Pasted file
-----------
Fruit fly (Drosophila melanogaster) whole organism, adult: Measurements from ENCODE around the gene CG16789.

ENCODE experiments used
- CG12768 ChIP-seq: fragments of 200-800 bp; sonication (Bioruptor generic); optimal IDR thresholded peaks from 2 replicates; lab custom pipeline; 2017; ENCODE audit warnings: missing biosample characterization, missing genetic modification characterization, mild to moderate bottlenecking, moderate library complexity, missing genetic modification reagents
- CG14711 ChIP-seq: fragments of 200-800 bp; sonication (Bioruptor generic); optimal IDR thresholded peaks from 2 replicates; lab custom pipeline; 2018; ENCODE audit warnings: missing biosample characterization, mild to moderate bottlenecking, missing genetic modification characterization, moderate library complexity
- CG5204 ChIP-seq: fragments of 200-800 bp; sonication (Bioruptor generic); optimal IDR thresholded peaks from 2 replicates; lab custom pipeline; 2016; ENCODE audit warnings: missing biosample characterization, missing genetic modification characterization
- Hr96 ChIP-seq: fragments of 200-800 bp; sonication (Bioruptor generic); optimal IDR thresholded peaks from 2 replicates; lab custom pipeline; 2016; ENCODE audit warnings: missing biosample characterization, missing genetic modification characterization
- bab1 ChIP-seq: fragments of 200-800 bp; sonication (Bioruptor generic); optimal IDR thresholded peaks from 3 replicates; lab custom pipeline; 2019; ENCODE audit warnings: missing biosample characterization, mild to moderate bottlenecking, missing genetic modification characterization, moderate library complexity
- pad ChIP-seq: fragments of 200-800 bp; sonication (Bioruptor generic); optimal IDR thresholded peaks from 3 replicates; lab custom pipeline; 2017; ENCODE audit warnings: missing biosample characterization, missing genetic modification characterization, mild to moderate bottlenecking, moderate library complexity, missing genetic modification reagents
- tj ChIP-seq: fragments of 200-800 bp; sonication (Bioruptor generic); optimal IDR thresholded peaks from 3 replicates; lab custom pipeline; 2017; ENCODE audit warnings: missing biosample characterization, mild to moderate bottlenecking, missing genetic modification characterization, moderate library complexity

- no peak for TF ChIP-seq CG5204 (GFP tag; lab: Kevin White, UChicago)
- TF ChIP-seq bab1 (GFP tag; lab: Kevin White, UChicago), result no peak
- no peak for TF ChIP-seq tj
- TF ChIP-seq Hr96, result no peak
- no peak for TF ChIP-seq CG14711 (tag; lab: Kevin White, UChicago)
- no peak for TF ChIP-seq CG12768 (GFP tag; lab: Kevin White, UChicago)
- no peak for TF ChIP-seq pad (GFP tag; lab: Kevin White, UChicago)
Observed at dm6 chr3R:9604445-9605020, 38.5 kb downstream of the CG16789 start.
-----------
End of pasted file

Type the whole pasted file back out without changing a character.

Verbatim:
Fruit fly (Drosophila melanogaster) whole organism, adult: Measurements from ENCODE around the gene CG16789.

ENCODE experiments used
- CG12768 ChIP-seq: fragments of 200-800 bp; sonication (Bioruptor generic); optimal IDR thresholded peaks from 2 replicates; lab custom pipeline; 2017; ENCODE audit warnings: missing biosample characterization, missing genetic modification characterization, mild to moderate bottlenecking, moderate library complexity, missing genetic modification reagents
- CG14711 ChIP-seq: fragments of 200-800 bp; sonication (Bioruptor generic); optimal IDR thresholded peaks from 2 replicates; lab custom pipeline; 2018; ENCODE audit warnings: missing biosample characterization, mild to moderate bottlenecking, missing genetic modification characterization, moderate library complexity
- CG5204 ChIP-seq: fragments of 200-800 bp; sonication (Bioruptor generic); optimal IDR thresholded peaks from 2 replicates; lab custom pipeline; 2016; ENCODE audit warnings: missing biosample characterization, missing genetic modification characterization
- Hr96 ChIP-seq: fragments of 200-800 bp; sonication (Bioruptor generic); optimal IDR thresholded peaks from 2 replicates; lab custom pipeline; 2016; ENCODE audit warnings: missing biosample characterization, missing genetic modification characterization
- bab1 ChIP-seq: fragments of 200-800 bp; sonication (Bioruptor generic); optimal IDR thresholded peaks from 3 replicates; lab custom pipeline; 2019; ENCODE audit warnings: missing biosample characterization, mild to moderate bottlenecking, missing genetic modification characterization, moderate library complexity
- pad ChIP-seq: fragments of 200-800 bp; sonication (Bioruptor generic); optimal IDR thresholded peaks from 3 replicates; lab custom pipeline; 2017; ENCODE audit warnings: missing biosample characterization, missing genetic modification characterization, mild to moderate bottlenecking, moderate library complexity, missing genetic modification reagents
- tj ChIP-seq: fragments of 200-800 bp; sonication (Bioruptor generic); optimal IDR thresholded peaks from 3 replicates; lab custom pipeline; 2017; ENCODE audit warnings: missing biosample characterization, mild to moderate bottlenecking, missing genetic modification characterization, moderate library complexity

- no peak for TF ChIP-seq CG5204 (GFP tag; lab: Kevin White, UChicago)
- TF ChIP-seq bab1 (GFP tag; lab: Kevin White, UChicago), result no peak
- no peak for TF ChIP-seq tj
- TF ChIP-seq Hr96, result no peak
- no peak for TF ChIP-seq CG14711 (tag; lab: Kevin White, UChicago)
- no peak for TF ChIP-seq CG12768 (GFP tag; lab: Kevin White, UChicago)
- no peak for TF ChIP-seq pad (GFP tag; lab: Kevin White, UChicago)
Observed at dm6 chr3R:9604445-9605020, 38.5 kb downstream of the CG16789 start.